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Property guardians

For discussion and debate about anything. (Not a roleplay related forum; out-of-character commentary only.)

Should we be worried about the rise in property guardianship?

YES! Loitering outside empty, unkempt buildings is the last thing landlords should worry about
2
29%
YES, BUT it's largely contained to a few countries and won't suddenly sprout elsewhere
1
14%
NO, BUT it could get worse if we get more property guardians who don't take it seriously
4
57%
NO! Property guardianship is a harmless, if challenging, lifestyle; why should we complain?
0
No votes
 
Total votes : 7

User avatar
Tinhampton
Postmaster-General
 
Posts: 11033
Founded: Oct 05, 2016
Civil Rights Lovefest

Property guardians

Postby Tinhampton » Fri Aug 19, 2022 6:17 am

While Emotional Support Crocodile has drawn attention to the headline claim in a recent BBC article about rent affordability in the UK, I'd like to look a bit deeper into the story the BBC ties it into.

You cannot make sense of this analysis unless you read Property guardians move with the times to save cash. Here are the passages from that article I'd like to draw your attention to:
Kevin [note: Kevin is aged 55] is one of the UK's estimated 10,000 property guardians. He pays a property management company a monthly fee to live in what would otherwise be an empty building. Guardians are subject to a monthly licence agreement that affords them fewer rights than a full tenancy - they can be given just 28 days' notice to leave and don't have the right to exclusive occupation of the property.

Properties are subject to health and safety regulations, so should be kitted out with suitable sleeping, cooking and washing facilities, if they don't already have them. They must also have functioning water and power supplies and be clean and safe.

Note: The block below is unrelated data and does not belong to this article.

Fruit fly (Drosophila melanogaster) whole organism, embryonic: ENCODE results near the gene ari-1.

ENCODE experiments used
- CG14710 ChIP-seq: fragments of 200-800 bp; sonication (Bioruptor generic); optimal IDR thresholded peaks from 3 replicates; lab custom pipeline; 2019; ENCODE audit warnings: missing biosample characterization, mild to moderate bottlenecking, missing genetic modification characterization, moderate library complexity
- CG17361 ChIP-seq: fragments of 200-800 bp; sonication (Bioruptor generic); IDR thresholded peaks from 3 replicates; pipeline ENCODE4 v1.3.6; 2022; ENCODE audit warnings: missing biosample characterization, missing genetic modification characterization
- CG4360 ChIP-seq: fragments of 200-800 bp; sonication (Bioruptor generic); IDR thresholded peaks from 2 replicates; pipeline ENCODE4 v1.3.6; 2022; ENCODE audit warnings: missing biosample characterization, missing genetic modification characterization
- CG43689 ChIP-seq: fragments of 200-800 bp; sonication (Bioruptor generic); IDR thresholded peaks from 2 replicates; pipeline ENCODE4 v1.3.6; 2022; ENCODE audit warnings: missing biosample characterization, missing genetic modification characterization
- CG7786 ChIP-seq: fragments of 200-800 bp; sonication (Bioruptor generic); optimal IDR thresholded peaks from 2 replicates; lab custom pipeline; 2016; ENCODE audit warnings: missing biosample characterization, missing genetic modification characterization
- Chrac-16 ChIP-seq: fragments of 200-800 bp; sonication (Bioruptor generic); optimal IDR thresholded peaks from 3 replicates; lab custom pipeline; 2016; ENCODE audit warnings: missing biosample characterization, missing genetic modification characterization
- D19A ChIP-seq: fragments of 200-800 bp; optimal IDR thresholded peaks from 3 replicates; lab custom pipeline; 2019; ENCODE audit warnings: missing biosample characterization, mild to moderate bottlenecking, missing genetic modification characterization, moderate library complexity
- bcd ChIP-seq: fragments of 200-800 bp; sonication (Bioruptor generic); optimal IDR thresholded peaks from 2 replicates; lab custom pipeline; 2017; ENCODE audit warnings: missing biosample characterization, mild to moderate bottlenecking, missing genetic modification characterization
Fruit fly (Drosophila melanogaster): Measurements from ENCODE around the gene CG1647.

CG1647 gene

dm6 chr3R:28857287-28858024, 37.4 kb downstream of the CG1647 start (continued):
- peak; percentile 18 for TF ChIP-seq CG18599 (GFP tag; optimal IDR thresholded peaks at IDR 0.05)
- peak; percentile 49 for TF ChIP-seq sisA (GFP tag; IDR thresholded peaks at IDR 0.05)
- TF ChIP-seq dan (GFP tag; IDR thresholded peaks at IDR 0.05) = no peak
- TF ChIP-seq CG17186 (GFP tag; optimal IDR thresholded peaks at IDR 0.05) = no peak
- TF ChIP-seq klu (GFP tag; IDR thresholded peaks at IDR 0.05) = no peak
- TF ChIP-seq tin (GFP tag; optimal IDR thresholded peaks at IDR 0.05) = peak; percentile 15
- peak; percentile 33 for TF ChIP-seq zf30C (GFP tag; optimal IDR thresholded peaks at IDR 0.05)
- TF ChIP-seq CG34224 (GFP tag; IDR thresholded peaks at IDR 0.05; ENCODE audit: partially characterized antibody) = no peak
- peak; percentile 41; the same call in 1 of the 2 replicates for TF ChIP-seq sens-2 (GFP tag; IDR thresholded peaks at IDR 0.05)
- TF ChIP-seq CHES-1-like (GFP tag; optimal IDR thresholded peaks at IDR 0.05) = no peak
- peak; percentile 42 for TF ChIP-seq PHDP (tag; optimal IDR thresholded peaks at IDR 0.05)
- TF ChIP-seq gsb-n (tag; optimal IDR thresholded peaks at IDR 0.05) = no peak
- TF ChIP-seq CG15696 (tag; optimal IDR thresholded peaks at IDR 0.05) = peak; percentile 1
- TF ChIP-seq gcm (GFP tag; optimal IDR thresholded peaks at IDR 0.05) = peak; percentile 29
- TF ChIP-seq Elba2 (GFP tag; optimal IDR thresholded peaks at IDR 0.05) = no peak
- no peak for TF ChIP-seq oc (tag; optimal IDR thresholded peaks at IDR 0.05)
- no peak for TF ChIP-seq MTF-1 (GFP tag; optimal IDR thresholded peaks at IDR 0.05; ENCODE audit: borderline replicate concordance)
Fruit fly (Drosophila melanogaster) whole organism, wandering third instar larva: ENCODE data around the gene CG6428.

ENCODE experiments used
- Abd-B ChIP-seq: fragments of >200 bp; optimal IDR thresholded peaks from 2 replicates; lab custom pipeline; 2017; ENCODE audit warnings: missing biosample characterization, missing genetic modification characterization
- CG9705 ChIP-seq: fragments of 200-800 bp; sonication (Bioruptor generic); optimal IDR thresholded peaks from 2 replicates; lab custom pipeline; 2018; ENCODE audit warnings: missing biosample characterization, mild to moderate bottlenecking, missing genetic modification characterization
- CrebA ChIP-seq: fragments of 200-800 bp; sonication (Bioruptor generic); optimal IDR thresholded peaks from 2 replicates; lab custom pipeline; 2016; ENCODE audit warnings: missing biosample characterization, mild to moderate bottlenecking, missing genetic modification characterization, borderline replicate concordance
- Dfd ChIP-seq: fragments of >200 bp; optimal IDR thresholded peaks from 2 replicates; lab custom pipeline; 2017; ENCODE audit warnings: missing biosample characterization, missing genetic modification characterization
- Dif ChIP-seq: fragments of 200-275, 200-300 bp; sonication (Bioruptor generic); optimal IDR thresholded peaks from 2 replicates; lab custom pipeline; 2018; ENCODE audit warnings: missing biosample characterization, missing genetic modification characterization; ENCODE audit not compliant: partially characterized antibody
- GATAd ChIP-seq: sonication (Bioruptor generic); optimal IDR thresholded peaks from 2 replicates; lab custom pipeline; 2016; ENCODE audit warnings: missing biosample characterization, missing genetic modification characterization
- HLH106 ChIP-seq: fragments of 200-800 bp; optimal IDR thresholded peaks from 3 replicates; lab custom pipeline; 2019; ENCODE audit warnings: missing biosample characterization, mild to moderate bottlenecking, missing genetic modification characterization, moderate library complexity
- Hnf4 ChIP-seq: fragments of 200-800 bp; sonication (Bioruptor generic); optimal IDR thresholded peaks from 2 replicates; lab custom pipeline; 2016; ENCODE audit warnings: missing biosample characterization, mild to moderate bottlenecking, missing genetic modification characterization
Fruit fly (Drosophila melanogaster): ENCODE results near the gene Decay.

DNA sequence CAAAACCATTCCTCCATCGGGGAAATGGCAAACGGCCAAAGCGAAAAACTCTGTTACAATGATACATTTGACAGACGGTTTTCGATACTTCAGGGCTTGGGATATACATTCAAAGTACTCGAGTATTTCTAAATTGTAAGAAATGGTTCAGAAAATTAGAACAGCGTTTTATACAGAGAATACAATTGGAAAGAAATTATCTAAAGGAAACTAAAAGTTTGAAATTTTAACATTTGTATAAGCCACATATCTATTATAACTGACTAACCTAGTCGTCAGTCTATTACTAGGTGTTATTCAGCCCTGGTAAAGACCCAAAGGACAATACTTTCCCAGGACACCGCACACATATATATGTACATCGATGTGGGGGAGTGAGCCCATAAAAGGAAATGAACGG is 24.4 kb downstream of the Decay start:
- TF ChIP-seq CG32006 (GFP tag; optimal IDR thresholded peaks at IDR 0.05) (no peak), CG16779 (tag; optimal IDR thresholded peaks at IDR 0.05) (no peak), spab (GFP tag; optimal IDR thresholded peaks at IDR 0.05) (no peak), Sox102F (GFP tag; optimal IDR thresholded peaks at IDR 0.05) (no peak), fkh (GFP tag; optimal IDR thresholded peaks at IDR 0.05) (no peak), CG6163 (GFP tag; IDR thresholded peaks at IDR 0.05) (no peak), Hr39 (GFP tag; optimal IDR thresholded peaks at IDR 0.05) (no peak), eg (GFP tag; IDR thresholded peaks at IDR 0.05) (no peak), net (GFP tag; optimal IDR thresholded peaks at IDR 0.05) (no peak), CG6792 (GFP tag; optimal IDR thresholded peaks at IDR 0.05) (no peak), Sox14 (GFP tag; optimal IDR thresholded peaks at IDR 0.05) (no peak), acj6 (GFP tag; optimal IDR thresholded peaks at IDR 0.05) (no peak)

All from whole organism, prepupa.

The management companies look after the buildings on behalf of the owners. The thinking is that occupied properties are less likely to attract vandals and burglars. It is also cheaper than employing a security firm and avoids the property becoming derelict.

Demand is on the rise, fuelled by the housing shortage and the cost-of-living crisis. The Property Guardian Providers Association (PGPA), which represents management companies, says that in 2020-21 [note: the phrase "cost of living crisis" was popularised in early February 2022], some 32,000 people applied to become guardians. It expects that to rise to 50,000 this year. In fact, the PGPA is warning the sector might not be able to meet demand because of a shortage of owners coming forward. It says they are deterred by having to comply with planning regulations designed for permanent homes when they would only be offering temporary housing...

Graham Sievers, the PGPA's chair, is keen to clear up one common misconception. "The security aspect that guardians provide is simply by being in occupation," he says, reiterating that empty buildings are more likely to attract anti-social behaviour and squatters. "The guardians themselves are not expected to be security officers or patrol the building." He insists guardianship is not a last resort for desperate people...